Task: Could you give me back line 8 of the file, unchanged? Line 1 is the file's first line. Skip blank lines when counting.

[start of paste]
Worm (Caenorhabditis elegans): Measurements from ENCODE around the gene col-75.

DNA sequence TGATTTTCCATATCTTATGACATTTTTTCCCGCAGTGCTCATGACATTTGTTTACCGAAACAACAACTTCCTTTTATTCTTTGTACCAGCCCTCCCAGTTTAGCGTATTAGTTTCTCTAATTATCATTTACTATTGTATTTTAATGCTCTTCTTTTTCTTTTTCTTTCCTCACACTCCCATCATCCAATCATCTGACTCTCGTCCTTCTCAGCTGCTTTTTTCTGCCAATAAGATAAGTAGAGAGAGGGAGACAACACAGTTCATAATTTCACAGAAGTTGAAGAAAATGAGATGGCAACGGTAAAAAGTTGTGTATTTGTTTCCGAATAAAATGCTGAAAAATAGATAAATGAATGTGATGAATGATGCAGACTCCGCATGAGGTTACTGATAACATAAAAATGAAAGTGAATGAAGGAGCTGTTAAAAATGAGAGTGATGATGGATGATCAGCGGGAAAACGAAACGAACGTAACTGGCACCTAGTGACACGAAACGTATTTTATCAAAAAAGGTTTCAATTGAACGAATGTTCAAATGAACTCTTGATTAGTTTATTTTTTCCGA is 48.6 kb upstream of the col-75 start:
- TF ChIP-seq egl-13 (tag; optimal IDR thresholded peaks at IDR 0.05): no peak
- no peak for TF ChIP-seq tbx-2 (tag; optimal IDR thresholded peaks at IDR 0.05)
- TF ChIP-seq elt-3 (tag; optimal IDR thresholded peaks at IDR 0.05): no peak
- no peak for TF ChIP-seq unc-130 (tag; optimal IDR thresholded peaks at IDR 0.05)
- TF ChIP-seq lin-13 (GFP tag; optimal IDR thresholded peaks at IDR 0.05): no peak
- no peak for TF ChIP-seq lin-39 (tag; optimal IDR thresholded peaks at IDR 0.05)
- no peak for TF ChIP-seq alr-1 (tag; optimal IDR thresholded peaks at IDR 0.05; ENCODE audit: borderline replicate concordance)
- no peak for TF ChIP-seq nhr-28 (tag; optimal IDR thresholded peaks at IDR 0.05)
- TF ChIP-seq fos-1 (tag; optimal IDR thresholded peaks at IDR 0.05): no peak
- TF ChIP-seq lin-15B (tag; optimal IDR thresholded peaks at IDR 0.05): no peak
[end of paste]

- no peak for TF ChIP-seq lin-39 (tag; optimal IDR thresholded peaks at IDR 0.05)